Markets to Be Wild
Over 250 delegates gathered near Jacksonville, Florida, in late July 2011 for the Pellet Fuels Institute (PFI) annual conference and expo.
October 31, 2011 By Scott Jamieson
Over 250 delegates gathered near Jacksonville, Florida, in late July 2011 for the Pellet Fuels Institute (PFI) annual conference and expo. They were treated to stifling humidity, market updates, some technical tips, and fire safety updates.
|Future global markets will belong to large-scale plants, according to Fram president Harold Arnold. Photo: Fram Renewable Fuels
Setting the tone on market forecasts was Fram Renewable Fuels’ president Harold Arnold. The bioenergy pioneer warned delegates to hold onto their hats in the coming decade, as fantastic growth coupled with swings in biomass flow will be the norm.
“The industry will see wild growth in the next 10 years,” Arnold concluded. “We’ll see a tripling of global demand, new capacity to try to keep pace, changes in the way business is done that we can’t even imagine today, and dramatic changes in the flow of fibre around the globe. Bioenergy is the wild west.”
He sees growth in global demand from today’s 15 million tonnes to 27.5 million tonnes in 2015 and 45 million tonnes by 2020. While current production is only at 50% of capacity, much of that unused capacity is at smaller plants serving localized markets. As a result, larger, strategically located pellet plants will need to be built to meet that rising bulk demand from European and Asian power generators.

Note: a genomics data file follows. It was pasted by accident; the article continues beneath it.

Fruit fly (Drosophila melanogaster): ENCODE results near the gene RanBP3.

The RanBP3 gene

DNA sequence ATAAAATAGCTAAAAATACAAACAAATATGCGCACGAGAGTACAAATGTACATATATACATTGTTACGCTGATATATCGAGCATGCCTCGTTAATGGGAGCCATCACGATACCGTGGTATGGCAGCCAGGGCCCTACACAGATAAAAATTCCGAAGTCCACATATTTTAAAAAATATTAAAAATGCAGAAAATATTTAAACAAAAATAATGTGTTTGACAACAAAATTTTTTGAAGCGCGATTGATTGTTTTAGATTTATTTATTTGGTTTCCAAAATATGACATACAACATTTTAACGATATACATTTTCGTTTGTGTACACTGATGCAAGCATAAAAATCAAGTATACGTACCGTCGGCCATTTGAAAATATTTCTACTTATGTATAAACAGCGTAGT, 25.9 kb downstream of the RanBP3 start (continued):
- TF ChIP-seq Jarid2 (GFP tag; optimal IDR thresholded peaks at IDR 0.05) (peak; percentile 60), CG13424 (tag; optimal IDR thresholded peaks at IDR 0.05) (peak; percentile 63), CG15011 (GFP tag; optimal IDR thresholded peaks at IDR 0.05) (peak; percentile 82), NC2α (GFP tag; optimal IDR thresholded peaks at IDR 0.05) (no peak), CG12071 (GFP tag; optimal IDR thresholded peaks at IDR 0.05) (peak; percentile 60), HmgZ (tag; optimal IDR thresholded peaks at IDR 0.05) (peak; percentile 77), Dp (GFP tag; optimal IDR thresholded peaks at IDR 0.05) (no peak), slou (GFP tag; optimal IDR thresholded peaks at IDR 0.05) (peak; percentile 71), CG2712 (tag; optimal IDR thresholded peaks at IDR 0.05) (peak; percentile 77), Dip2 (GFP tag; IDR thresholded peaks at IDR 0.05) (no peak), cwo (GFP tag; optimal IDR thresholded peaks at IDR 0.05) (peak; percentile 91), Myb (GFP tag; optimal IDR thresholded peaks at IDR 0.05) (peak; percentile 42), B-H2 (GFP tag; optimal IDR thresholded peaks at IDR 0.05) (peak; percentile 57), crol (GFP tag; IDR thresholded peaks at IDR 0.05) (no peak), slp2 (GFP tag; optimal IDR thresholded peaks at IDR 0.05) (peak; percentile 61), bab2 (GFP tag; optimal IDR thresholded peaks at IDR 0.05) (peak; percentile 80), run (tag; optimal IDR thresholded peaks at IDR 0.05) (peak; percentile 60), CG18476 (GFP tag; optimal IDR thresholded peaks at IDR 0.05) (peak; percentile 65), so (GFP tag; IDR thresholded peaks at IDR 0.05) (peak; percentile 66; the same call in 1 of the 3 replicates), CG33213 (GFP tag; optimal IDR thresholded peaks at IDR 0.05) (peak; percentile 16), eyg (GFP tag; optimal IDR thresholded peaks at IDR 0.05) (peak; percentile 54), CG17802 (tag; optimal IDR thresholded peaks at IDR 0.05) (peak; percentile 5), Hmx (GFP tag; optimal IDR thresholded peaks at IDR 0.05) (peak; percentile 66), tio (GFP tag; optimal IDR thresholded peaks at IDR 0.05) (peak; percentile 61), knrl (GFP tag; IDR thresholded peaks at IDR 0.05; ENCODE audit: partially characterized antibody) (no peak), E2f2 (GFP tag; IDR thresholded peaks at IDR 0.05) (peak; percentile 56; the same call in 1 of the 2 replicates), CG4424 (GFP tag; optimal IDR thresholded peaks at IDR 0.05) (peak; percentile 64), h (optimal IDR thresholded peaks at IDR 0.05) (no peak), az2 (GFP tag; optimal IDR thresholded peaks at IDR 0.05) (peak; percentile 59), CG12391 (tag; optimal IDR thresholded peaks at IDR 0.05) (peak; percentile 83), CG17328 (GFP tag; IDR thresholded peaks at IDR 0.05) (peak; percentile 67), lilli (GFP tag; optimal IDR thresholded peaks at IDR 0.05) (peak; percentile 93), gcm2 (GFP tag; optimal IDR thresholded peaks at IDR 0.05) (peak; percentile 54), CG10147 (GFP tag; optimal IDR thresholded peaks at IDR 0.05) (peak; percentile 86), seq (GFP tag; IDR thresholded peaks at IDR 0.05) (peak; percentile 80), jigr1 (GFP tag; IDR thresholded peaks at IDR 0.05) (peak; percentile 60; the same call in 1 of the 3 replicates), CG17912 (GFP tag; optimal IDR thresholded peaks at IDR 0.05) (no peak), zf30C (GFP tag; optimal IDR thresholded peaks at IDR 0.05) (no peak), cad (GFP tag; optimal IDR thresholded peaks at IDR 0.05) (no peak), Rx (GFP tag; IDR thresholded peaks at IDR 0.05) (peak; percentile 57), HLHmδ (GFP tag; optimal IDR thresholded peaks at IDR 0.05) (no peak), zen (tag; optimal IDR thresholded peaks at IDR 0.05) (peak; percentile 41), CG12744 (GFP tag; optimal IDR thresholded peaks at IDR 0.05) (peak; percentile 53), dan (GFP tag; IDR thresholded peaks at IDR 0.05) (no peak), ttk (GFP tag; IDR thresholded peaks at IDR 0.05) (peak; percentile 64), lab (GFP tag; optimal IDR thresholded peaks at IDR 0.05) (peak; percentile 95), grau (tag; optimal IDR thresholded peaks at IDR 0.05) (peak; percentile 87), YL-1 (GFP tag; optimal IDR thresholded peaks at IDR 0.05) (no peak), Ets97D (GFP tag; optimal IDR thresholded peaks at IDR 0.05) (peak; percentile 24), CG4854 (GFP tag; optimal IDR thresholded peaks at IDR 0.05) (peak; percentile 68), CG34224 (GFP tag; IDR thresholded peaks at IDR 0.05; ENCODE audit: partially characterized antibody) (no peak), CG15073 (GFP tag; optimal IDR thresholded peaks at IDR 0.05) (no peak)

Asia, specifically Korea and Japan, will require massive imports to meet aggressive co-firing requirements. “Korea in particular shows the kind of sharp growth that can happen when a government decides to support renewable energy.” He added that 5 to 6 million tonnes will need to be imported into Korea alone.
Still on markets, RISI bioenergy economist Seth Walker switched the spotlight to the UK. He noted that biomass investment has surged in both eastern and western Canada during the past quarter, while growth in the United States stalled during that same period.
The economist also noted that consumption of biomass in Europe continues to grow at a healthy pace, being led by the UK. “I was surprised to find that some 75% of the new demand for biomass coming out of Europe was based in the UK. They have some aggressive renewable energy targets, and we can expect to see significant growth in co-firing there in the coming five years.”
News was less positive concerning the stalled U.S. housing and lumber markets. With lumber production currently at just 50% of the 2005 peak, Walker believes that the sector has levelled off. However, the continuing grind in the U.S. housing market has led RISI to change its recovery timeline. Walker now expects that sector to hit the magical one million starts level in 2014, rather than RISI’s original prediction of 2012.
“The good news is that we expect a significant and strong recovery from that point, with 2005 levels being hit around 2015. For pellet producers who have managed to cope with the current greatly reduced supply of sawmill residuals, that means things only get better from here as far as supply goes.”